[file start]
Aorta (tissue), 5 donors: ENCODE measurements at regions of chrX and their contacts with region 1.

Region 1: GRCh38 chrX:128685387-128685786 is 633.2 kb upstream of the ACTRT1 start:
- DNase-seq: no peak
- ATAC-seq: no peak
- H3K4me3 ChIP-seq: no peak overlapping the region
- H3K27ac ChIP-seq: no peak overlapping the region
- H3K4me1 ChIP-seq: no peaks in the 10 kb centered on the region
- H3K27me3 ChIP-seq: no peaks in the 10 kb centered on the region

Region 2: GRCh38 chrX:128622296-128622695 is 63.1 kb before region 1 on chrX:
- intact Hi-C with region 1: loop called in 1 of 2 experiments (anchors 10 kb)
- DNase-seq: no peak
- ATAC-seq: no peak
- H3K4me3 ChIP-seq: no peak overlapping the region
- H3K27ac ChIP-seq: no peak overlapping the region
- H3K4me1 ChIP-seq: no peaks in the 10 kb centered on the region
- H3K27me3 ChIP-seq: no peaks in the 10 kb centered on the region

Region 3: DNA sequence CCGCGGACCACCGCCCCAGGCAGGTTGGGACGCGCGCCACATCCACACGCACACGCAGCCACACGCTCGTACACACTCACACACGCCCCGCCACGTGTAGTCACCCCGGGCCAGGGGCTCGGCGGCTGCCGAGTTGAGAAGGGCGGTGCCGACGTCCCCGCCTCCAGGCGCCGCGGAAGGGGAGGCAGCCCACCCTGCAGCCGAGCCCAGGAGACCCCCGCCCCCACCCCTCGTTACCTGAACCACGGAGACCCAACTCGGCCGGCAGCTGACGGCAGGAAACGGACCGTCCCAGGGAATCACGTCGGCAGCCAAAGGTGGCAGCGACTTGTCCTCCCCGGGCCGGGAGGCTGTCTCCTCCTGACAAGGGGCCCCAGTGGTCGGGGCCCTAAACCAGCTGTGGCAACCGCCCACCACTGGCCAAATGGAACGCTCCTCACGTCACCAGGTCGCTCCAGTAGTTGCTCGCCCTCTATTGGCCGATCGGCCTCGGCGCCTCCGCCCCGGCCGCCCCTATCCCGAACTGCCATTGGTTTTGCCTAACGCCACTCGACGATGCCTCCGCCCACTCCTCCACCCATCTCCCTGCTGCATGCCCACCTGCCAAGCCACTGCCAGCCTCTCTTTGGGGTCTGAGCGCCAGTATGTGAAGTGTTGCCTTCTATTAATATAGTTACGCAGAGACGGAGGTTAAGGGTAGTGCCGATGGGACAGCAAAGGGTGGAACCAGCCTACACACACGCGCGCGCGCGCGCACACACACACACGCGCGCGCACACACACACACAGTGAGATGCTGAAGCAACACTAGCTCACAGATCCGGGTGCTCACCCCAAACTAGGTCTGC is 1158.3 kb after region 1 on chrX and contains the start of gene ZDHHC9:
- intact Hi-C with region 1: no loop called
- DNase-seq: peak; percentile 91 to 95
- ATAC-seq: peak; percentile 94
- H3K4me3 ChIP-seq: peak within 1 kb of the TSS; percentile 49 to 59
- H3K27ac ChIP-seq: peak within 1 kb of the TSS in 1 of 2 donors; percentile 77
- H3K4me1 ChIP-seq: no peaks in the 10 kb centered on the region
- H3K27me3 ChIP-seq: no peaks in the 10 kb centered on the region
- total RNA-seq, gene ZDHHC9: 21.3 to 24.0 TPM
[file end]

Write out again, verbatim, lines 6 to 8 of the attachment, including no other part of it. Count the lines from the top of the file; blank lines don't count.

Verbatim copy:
- H3K27ac ChIP-seq: no peak overlapping the region
- H3K4me1 ChIP-seq: no peaks in the 10 kb centered on the region
- H3K27me3 ChIP-seq: no peaks in the 10 kb centered on the region